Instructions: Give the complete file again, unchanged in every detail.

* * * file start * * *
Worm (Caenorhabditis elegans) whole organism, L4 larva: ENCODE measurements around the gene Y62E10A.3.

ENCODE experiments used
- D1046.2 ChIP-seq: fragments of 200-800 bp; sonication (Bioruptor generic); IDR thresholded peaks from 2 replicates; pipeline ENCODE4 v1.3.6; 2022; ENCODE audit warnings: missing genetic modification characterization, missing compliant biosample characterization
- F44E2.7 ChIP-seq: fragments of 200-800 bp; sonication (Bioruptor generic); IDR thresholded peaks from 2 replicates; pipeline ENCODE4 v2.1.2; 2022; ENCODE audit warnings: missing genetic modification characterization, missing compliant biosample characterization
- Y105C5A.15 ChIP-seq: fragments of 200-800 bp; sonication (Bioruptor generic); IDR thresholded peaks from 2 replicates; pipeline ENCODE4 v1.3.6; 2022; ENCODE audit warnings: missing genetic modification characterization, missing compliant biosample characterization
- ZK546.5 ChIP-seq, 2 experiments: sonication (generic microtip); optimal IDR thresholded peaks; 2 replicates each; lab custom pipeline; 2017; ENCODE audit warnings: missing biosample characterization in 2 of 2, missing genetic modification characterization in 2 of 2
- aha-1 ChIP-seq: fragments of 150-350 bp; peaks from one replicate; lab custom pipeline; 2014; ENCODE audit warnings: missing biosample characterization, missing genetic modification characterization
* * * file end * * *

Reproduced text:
Worm (Caenorhabditis elegans) whole organism, L4 larva: ENCODE measurements around the gene Y62E10A.3.

ENCODE experiments used
- D1046.2 ChIP-seq: fragments of 200-800 bp; sonication (Bioruptor generic); IDR thresholded peaks from 2 replicates; pipeline ENCODE4 v1.3.6; 2022; ENCODE audit warnings: missing genetic modification characterization, missing compliant biosample characterization
- F44E2.7 ChIP-seq: fragments of 200-800 bp; sonication (Bioruptor generic); IDR thresholded peaks from 2 replicates; pipeline ENCODE4 v2.1.2; 2022; ENCODE audit warnings: missing genetic modification characterization, missing compliant biosample characterization
- Y105C5A.15 ChIP-seq: fragments of 200-800 bp; sonication (Bioruptor generic); IDR thresholded peaks from 2 replicates; pipeline ENCODE4 v1.3.6; 2022; ENCODE audit warnings: missing genetic modification characterization, missing compliant biosample characterization
- ZK546.5 ChIP-seq, 2 experiments: sonication (generic microtip); optimal IDR thresholded peaks; 2 replicates each; lab custom pipeline; 2017; ENCODE audit warnings: missing biosample characterization in 2 of 2, missing genetic modification characterization in 2 of 2
- aha-1 ChIP-seq: fragments of 150-350 bp; peaks from one replicate; lab custom pipeline; 2014; ENCODE audit warnings: missing biosample characterization, missing genetic modification characterization